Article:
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Wax and Wire
The cross-continental new music powerhouse, Latitude 49 returns for their sophomore release, Wax and Wire with flair and passion. A dynamic collection of new and recent works specifically written and arranged for the band, Wax and Wire takes the listener through an engaging genre-bending experience launching from the visceral to the sublime. The album begins with the psychedelic pulsations of Gabriella Smith’s Number Nine, an homage to the musique concrète work, Revolution 9 famously released on the Beatles’ seminal record known as the "White Album”. Smith’s careful use of timbre and musical themes taken from the famous sound collage permeate throughout this work, while warming up the ears and minds of album listeners. Following up is Viet Cuong’s charismatic show piece and title track of the album, Wax and Wire. Cuong takes the album experience to a newfound light-hearted and energetic mood, showcasing Latitude's wind players in a blaze of microtonal scales, accompanied by tasteful percussive effects and lyrical melodies from the strings and piano that ensure the ensemble’s technical prowess.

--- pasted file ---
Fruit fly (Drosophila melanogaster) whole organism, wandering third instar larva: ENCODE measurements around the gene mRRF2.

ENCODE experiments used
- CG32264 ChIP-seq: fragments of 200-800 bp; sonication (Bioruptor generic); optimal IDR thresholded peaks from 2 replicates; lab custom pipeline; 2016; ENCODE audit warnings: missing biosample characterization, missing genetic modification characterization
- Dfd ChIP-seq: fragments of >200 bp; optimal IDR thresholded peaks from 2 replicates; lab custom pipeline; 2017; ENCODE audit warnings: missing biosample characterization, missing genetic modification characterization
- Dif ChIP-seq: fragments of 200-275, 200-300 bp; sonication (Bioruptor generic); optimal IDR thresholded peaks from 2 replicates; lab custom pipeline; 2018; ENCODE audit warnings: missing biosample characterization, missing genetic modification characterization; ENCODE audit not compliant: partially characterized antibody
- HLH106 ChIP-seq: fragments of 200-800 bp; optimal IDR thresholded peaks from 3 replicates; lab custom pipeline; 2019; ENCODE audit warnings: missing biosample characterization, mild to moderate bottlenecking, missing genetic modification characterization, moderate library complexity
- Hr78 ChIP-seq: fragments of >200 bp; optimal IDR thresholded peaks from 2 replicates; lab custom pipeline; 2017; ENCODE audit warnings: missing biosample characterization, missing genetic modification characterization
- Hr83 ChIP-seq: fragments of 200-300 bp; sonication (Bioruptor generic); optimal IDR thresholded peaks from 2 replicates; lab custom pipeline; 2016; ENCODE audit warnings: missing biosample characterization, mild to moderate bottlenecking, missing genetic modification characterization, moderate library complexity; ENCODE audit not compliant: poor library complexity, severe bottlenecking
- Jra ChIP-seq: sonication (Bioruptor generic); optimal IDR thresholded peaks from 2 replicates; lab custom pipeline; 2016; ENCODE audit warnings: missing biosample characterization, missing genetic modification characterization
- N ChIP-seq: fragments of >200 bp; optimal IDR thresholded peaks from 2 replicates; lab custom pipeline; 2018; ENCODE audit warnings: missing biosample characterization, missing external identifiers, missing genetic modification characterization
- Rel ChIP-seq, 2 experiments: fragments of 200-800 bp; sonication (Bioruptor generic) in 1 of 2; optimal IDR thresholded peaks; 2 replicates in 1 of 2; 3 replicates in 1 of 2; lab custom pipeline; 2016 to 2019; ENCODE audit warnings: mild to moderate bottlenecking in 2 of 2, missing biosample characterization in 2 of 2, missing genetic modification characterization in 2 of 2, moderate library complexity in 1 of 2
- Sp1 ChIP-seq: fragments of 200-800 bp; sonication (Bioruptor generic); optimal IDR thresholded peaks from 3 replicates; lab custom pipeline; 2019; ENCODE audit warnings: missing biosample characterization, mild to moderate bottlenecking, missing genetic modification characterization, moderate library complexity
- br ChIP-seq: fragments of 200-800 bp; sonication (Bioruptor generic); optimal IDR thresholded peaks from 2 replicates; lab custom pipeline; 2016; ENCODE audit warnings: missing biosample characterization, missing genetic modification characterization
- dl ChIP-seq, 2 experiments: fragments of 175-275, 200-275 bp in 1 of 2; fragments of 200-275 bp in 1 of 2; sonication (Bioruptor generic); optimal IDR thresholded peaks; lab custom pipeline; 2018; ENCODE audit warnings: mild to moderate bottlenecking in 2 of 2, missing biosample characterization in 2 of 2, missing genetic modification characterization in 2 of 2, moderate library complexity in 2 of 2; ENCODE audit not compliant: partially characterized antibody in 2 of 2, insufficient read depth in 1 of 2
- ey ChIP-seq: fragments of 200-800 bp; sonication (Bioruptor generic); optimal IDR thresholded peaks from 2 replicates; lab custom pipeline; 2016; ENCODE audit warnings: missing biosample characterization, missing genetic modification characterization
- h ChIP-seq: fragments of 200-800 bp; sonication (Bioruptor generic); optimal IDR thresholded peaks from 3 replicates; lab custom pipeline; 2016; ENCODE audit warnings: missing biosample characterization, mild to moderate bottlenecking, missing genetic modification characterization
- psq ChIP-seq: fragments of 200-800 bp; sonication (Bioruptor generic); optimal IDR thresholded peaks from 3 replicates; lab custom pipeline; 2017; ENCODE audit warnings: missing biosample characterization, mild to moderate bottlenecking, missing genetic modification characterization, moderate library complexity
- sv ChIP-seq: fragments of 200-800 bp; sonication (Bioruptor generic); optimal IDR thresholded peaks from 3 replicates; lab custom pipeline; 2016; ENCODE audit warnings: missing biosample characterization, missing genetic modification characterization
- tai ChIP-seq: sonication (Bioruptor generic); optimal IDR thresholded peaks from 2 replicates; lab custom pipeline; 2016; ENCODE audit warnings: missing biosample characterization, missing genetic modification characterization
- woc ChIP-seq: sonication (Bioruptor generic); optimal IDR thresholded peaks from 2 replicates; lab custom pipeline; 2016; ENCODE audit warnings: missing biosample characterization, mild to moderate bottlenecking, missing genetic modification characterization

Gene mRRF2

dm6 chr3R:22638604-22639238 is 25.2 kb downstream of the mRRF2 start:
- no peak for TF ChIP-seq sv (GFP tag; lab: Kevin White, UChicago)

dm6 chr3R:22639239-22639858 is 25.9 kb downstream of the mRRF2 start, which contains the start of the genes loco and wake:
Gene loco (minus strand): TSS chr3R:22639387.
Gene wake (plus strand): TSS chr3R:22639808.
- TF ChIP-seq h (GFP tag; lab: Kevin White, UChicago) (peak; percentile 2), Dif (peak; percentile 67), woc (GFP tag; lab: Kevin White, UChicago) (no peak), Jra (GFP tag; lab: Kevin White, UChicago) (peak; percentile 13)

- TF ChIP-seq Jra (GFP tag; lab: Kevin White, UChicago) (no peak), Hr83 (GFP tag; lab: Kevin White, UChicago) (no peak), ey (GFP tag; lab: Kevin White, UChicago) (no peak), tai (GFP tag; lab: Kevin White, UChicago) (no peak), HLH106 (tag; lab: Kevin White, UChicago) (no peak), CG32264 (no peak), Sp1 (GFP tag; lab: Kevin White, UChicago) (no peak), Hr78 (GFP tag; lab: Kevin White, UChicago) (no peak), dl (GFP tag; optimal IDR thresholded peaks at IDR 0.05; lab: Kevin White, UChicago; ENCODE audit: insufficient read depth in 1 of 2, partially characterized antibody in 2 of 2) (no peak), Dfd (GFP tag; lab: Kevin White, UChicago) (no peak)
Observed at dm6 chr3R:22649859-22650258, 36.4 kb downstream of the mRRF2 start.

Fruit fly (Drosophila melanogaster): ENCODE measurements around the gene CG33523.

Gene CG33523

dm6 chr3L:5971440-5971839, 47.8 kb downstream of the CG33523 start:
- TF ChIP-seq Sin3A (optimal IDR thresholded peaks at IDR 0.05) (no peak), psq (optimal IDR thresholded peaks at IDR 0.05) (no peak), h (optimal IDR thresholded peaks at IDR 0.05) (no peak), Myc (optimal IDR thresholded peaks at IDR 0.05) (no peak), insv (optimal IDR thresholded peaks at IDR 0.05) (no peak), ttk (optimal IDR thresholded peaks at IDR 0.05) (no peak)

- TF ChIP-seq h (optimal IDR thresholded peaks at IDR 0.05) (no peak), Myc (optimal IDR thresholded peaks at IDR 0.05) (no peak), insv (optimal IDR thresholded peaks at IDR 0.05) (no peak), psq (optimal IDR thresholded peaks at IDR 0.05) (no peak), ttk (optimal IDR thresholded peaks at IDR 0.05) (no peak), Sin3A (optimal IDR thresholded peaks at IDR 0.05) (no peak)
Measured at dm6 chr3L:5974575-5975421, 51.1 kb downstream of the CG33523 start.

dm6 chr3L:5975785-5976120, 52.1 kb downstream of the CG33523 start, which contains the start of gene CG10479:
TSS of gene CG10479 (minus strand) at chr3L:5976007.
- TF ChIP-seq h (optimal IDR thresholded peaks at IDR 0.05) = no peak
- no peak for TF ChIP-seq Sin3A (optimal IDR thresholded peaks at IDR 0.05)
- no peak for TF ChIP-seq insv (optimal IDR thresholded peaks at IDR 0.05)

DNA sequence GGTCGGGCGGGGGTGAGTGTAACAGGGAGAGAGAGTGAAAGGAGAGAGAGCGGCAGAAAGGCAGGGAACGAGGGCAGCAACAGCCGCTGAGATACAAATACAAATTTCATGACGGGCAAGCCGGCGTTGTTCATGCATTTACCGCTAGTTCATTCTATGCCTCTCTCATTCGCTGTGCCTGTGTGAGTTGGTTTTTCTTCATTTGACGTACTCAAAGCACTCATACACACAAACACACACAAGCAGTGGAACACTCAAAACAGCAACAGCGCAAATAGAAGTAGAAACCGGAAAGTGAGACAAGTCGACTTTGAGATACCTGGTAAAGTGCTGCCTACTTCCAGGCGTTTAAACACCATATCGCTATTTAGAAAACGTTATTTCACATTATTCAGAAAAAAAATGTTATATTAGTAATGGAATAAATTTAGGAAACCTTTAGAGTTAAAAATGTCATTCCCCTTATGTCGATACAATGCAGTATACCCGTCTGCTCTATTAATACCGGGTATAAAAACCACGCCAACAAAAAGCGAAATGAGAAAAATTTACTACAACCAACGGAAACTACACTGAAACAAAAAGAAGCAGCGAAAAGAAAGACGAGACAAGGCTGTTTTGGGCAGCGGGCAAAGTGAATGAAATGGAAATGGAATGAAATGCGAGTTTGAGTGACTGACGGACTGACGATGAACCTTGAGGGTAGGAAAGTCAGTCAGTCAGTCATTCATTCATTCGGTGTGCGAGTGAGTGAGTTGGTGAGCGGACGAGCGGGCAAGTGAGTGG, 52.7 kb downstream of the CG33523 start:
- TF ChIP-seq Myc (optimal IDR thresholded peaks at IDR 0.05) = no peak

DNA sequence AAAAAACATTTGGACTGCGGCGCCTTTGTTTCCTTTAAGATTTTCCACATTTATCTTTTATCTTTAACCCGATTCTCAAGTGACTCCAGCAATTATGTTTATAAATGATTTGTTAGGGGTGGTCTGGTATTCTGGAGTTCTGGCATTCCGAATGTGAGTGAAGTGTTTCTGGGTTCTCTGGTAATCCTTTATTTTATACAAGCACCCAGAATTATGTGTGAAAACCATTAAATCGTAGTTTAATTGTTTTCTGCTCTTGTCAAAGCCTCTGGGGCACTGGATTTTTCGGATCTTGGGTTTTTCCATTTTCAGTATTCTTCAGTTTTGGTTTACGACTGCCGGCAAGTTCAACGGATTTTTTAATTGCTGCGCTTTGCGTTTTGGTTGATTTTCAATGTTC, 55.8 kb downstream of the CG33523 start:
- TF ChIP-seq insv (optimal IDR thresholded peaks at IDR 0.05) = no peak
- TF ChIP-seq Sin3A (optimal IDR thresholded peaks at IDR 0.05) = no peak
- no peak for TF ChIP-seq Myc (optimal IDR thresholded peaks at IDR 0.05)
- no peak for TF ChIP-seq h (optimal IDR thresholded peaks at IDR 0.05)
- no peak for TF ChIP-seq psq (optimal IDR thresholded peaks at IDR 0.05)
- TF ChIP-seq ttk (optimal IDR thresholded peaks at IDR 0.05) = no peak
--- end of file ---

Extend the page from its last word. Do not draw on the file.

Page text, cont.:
The third track of this release takes us to the sweet warmth of Sarah Kirkland Snider’s Thread and Fray, a trio for viola, bass clarinet, and marimba. As the only subset on this release, Thread and Fray offers us a palate cleanser through close knit imitation and counterpoint between the members of the trio.